Logo: University of Southern California

Annenberg Foundation Puts Robotic Disaster Rebuilding Technology on Fast Track

Grant Funds "Contour Crafting" Process With Potential To Rebuild Devastated Communities in Weeks, Not Months or Years

November 11, 2005 —

Behrokh Khoshnevis, standing, and post-doctoral student Dooil Hwang with prototype Contour Crafting machine.

The USC Viterbi School of Engineering today announced that it has received a $100,000 grant from the Annenberg Foundation to support intensified research on Contour Crafting, an innovative computer-automated construction technology that promises to reconstruct areas destroyed in tsunamis, hurricanes, earthquakes or other disasters in weeks rather than months or years.

Because of this support, USC engineers are optimistic that they will be able to demonstrate a full-scale prototype in 2006, as tangible proof of a process that promises swift new shelter to the multitudes worldwide that are left homeless due to natural disasters or war each year.  

Directing the Contour Crafting endeavor is Behrohk Khoshnevis, a professor in the USC Viterbi School of Engineering, who created the system recalling tragic earthquake damage he observed in his native Iran during the early 1990s.
“I want to thank the Annenberg Foundation for its support and vision in helping to pave the way for valuable and enduring global rehabilitation,” said Khoshnevis.  “In addition to providing a solution for millions of low income families and victims of natural disasters, Contour Crafting has the potential to reduce the number of workers seriously injured or killed in the course of construction projects in the United States."
Khoshnevis is an expert on so-called rapid prototyping systems, which “print” three -dimensional objects by building them up in thin layers.  Two years ago, with funding from the National Science Foundation, Khoshnevis began work on a way to up-size the process to construct houses and other structures.  

Hurricane Katrina storm surge damage, Pascagoula, Mississippi,  [image: U Buffalo MCEER]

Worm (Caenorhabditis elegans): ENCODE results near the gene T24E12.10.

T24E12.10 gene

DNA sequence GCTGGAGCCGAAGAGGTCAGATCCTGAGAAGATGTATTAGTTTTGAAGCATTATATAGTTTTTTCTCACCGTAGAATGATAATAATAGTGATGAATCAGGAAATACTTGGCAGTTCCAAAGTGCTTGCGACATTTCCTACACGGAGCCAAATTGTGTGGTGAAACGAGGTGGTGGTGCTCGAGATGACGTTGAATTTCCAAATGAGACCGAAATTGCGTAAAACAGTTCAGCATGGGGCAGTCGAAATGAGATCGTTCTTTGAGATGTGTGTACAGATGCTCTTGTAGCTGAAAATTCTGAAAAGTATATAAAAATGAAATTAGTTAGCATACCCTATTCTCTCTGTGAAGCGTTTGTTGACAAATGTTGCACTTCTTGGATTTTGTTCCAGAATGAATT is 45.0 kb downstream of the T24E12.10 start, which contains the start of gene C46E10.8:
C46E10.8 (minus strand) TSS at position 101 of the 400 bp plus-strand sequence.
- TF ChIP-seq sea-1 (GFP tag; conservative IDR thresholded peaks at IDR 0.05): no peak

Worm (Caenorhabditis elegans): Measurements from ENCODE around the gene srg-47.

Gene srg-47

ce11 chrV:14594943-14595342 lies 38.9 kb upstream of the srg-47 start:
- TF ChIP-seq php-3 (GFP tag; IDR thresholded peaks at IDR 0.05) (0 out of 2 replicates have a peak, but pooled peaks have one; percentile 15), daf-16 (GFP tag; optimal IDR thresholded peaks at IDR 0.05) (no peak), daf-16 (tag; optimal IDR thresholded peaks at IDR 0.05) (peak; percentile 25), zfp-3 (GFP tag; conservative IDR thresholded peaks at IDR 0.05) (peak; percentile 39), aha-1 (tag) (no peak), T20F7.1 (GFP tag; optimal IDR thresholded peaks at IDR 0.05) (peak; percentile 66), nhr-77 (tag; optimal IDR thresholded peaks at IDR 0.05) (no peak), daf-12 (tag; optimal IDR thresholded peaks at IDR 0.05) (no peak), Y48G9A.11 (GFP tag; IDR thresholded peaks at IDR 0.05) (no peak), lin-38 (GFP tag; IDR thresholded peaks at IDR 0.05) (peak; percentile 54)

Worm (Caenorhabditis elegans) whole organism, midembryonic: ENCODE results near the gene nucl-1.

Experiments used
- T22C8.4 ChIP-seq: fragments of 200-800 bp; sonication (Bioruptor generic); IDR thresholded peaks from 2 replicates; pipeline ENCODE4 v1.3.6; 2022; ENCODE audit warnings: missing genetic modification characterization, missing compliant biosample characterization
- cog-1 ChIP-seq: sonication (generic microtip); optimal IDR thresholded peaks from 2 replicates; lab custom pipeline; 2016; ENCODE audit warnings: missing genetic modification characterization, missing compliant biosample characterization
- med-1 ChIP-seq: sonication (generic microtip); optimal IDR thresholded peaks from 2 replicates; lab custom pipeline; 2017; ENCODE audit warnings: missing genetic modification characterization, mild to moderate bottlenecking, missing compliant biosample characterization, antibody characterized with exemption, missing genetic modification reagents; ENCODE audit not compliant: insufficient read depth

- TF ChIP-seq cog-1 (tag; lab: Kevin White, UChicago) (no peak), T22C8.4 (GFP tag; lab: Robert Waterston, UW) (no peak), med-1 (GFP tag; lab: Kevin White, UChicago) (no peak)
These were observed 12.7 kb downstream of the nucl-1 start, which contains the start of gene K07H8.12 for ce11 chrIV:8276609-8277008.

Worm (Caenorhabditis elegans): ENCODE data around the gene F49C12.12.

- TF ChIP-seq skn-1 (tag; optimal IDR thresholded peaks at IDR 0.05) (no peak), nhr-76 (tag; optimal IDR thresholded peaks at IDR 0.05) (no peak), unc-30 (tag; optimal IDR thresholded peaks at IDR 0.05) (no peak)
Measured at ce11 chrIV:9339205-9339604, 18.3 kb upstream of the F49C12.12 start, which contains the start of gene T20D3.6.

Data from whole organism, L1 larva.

Khoshnevis’ existing Contour Crafting machine extrudes concrete or other liquid building material much the way toothpaste comes out of a tube, molding the material with trowels as it exits a nozzle. Mounted on a crane or gantry, the machine continuously circles the site, laying down layer after layer. The system creates the foundation and structural skeleton as it builds, leaving space for plumbing and electrical conduits. Khoshnevis says it should be able to build a full-scale 2,000 square-foot house in one day, rather than in six months or more.

“The machine works without blueprints, proceeding directly from the CAD-CAM computer drafting systems widely used by architects today,” said Khoshnevis. “What the architect designs, the robotic arm creates.”

Khoshnevis believes Contour Crafting "will enable the construction of custom-designed, low-cost housing with a level of quality considered unachievable in such a limited or concentrated timeframe."  Contour Crafting is also being evaluated by NASA as a potential building system for the moon or Mars.

About the Annenberg Foundation:
The Annenberg Foundation exists to advance the public well-being through improved communication.  As the principal means of achieving its goal, the foundation encourages the development of more effective ways to share ideas and knowledge.  The Annenberg Foundation has offices in Radnor, PA and Los Angeles, CA. www.annenbergfoundation.org